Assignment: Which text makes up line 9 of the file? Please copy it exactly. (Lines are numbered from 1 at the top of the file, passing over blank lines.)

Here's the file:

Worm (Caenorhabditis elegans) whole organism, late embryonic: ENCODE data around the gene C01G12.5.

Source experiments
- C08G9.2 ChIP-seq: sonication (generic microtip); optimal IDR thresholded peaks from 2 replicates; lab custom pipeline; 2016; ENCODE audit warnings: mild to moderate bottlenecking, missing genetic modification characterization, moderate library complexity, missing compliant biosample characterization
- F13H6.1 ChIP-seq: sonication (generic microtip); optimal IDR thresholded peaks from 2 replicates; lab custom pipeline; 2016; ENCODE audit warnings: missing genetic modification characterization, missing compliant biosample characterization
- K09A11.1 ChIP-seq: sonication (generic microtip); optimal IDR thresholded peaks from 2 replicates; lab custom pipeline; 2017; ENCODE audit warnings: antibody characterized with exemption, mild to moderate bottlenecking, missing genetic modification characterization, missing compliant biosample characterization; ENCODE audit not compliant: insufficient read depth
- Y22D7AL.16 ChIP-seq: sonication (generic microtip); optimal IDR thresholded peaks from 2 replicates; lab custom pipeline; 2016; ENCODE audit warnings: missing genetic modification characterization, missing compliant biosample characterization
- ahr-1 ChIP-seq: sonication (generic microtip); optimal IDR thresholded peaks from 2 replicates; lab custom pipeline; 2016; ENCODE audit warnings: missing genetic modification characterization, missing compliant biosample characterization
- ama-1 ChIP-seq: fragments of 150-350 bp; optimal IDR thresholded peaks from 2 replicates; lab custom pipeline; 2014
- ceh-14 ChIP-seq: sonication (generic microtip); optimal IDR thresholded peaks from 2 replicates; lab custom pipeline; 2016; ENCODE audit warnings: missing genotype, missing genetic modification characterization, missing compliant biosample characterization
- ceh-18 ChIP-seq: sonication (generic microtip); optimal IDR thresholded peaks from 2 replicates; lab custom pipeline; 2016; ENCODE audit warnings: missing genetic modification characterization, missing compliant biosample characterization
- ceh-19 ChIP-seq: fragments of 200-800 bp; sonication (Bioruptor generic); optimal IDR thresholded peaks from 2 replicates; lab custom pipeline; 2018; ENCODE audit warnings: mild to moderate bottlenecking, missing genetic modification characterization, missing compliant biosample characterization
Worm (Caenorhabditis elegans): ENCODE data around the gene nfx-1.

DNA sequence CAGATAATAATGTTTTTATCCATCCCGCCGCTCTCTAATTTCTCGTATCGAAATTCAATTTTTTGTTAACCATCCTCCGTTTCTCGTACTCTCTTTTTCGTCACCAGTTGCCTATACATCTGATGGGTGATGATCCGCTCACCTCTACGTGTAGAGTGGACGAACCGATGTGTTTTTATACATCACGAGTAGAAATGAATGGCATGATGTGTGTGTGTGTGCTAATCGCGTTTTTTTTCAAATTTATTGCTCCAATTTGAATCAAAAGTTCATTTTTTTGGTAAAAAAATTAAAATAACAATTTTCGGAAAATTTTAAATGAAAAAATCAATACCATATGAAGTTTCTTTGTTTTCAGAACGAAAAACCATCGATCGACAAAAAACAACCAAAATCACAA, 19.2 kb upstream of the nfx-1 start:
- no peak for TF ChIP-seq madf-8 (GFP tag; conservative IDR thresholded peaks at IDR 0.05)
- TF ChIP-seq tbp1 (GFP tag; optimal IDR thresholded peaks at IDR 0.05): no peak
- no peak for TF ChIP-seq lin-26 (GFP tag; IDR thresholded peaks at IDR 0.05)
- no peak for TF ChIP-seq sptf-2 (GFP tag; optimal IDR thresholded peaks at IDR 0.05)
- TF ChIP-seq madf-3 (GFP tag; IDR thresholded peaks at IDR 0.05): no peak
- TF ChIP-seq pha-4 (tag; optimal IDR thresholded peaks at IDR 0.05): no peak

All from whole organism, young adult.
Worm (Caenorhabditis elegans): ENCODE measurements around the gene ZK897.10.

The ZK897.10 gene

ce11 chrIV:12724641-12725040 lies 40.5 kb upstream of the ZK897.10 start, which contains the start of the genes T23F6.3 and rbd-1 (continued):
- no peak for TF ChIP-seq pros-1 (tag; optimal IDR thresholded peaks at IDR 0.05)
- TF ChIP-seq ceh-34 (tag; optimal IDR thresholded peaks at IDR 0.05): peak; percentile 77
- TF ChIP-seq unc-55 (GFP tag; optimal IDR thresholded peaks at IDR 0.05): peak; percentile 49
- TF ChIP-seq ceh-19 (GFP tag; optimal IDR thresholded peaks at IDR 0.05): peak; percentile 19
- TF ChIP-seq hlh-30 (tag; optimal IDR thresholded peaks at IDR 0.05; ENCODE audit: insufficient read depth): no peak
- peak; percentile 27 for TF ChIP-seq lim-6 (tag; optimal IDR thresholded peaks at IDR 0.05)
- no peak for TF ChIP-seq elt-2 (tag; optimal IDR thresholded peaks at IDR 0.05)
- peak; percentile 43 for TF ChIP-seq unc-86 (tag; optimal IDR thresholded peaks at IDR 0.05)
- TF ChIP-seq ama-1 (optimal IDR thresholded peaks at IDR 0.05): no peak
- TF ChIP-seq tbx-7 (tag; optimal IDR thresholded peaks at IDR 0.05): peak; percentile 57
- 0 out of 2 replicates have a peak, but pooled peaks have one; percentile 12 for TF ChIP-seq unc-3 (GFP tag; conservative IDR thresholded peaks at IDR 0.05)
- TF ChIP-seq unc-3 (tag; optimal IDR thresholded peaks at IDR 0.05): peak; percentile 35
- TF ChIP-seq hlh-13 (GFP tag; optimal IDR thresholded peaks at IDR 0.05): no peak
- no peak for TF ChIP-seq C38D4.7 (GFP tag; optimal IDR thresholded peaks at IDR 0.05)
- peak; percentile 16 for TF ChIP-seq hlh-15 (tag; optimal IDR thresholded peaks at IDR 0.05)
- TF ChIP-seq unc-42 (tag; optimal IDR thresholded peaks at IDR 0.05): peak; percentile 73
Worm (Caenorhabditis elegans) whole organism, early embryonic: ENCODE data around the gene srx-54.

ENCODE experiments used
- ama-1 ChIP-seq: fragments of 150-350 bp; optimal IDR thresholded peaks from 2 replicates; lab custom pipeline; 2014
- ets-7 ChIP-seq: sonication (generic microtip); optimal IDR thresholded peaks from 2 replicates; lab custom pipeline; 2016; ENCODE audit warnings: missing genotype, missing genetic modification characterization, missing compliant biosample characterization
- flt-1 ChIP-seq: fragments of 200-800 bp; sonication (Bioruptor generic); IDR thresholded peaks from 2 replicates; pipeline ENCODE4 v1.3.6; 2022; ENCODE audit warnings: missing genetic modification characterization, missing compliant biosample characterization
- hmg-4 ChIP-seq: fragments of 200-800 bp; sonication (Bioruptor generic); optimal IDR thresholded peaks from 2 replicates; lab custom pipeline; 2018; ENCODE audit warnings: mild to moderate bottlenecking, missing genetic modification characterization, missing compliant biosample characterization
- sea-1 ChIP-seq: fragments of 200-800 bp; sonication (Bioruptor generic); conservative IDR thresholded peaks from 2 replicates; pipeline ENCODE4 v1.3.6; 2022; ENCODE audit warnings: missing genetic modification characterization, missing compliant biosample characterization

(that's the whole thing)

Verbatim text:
- ceh-14 ChIP-seq: sonication (generic microtip); optimal IDR thresholded peaks from 2 replicates; lab custom pipeline; 2016; ENCODE audit warnings: missing genotype, missing genetic modification characterization, missing compliant biosample characterization